Those countries and communities who have contributed least to climate change but who are already in vulnerable situations will feel the adverse effects of climate change most acutely. In order to reduce greenhouse gases, all countries (developed and developing) should enhance their contribution to long-term cooperative action to combat climate change with a shared vision, which is based on and in fulfillment of the objectives, principles and provisions of the UNFCCC or Convention in particular with their common but differentiated responsibilities and respective capabilities, equity and historical responsibility.
The Bali Action Plan describes the shared vision as a vision for long-term co-operative action now, up to and beyond 2012 to achieve the ultimate objective of the convention in accordance with the provisions and the principles of the Convention. Africa is presently facing numerous severe negative impacts arising from the adverse effects of climate change that have been documented and supported by scientific findings, including those of the Intergovernmental Panel on Climate Change (IPCC) and other reports.
Such impacts are hampering Africa's efforts to attain its development goals, including the Millennium Development Goals. There is an urgent and immediate need to avoid further loss and damage arising from the adverse effect of climate change on Africa and, in this regard, state that immediate action should be taken, in particular by Annex I Parties to reduce their emissions in line with the recommendations set out in the fourth assessment report of the Intergovernmental Panel on Climate Change in a way that will limit the global average temperature increase to well below 1.5°C.
The United Nations Framework Convention on Climate Change (UNFCCC) constitutes the fundamental global legal framework on climate change and that all actions or measures related to climate change must be in full conformity with the principles and provisions of the Convention, in particular those of equity and common, but differentiated responsibilities and respective capabilities.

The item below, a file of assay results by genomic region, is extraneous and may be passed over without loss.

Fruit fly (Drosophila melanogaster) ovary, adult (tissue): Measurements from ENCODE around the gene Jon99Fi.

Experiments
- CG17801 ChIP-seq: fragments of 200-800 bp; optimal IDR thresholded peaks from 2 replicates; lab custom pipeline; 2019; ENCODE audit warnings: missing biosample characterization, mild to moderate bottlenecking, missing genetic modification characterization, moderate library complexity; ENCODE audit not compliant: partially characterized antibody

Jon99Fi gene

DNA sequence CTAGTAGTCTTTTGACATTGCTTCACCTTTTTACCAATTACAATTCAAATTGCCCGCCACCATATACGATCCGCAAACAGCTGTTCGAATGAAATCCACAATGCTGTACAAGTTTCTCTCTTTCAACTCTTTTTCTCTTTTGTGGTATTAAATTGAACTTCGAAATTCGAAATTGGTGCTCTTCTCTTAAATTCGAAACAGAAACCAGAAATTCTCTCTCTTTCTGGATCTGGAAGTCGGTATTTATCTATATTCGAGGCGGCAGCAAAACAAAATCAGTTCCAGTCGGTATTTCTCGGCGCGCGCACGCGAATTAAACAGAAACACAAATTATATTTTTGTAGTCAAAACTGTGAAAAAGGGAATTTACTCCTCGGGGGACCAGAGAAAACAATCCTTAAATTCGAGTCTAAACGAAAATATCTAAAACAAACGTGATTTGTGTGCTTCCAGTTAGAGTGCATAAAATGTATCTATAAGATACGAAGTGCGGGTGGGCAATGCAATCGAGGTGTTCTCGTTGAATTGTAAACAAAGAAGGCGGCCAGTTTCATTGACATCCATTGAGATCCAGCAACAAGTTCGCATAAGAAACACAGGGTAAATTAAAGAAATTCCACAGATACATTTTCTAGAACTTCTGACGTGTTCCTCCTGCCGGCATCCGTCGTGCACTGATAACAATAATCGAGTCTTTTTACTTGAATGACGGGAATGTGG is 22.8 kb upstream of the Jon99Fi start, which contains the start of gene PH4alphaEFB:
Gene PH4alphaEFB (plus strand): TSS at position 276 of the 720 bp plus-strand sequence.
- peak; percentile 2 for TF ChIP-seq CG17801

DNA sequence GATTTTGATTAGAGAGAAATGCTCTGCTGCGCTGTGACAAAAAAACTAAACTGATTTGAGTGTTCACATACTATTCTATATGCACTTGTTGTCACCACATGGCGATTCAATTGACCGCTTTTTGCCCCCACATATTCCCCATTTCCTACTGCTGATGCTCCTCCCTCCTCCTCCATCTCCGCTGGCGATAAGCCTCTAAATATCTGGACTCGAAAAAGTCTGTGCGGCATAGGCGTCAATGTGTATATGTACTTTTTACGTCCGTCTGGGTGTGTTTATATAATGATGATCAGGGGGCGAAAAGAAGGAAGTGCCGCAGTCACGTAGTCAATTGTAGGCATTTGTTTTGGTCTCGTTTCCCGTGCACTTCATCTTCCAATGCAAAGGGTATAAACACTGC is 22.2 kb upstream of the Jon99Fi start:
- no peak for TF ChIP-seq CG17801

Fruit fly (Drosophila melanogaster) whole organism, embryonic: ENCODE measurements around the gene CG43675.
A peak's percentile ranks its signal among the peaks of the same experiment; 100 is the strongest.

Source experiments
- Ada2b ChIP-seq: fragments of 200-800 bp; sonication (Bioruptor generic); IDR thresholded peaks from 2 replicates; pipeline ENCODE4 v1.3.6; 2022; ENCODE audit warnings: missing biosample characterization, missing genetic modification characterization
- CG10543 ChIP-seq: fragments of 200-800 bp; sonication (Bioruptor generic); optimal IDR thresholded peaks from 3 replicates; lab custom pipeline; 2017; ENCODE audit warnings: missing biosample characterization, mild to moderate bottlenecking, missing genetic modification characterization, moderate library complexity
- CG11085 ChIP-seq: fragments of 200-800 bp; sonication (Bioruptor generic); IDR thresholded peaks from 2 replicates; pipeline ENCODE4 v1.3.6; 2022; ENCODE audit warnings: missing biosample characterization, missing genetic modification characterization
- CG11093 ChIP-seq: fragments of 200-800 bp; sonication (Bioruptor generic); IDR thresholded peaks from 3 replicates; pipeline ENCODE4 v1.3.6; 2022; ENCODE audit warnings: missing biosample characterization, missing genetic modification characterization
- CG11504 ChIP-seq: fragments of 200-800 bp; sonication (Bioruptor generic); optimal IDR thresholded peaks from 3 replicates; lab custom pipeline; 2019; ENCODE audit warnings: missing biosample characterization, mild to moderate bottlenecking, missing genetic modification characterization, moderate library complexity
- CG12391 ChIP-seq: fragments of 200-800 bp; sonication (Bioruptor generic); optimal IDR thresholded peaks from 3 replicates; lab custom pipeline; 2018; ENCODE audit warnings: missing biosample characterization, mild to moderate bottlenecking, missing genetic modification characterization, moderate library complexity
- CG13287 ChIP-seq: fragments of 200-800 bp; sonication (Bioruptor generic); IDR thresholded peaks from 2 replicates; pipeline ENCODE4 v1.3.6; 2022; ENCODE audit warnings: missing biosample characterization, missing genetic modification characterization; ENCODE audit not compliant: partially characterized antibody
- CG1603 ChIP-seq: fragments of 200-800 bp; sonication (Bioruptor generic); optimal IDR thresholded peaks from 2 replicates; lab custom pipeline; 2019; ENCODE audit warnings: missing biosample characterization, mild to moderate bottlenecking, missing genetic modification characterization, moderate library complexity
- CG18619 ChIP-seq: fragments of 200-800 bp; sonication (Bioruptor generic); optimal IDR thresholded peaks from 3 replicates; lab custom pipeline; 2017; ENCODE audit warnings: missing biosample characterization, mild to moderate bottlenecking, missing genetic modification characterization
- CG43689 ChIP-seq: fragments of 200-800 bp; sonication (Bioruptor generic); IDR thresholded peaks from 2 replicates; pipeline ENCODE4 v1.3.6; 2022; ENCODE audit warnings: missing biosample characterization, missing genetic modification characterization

The climate negotiations under the UNFCCC and its Kyoto Protocol should produce two legally binding outcomes at the UN Climate Change Conference in Durban, South Africa, in line with the Bali Action Plan, regarding the long-term cooperative action to enhance the implementation of the Convention, and Article 3, paragraph 9, of the Kyoto Protocol regarding further mitigation commitments of Annex I Parties for a second commitment period from 2013 to 2017 under the Kyoto Protocol.
Since climate change is a major threat to all aspects of human development and achievement of the Millennium Development Goals in Africa, it could become a significant constraint on economic development in most African countries that rely on agriculture for a substantial share of gross domestic product and employment. Now the pertinent question to all of us is: what can we do to reduce the effects of climate change in Africa? The response to this threat requires strategies for adaptation and mitigation urgently considered and therefore no longer secondary, but long-term response options based on priority needs. Success in adapting to possible future climate change will depend on prudent investments, made in a timely fashion, in adaptation strategies by African countries supported by Annex I Parties as part of their historical responsibility.
The other solution is that all countries should enhance cooperation to promote research, development, demonstration, deployment, transfer and diffusion of environmentally friendly technologies, and in particular to take effective measures to encourage and enable development and transfer of technology to non-Annex I Parties by removing barriers, including intellectual property rights in the present context.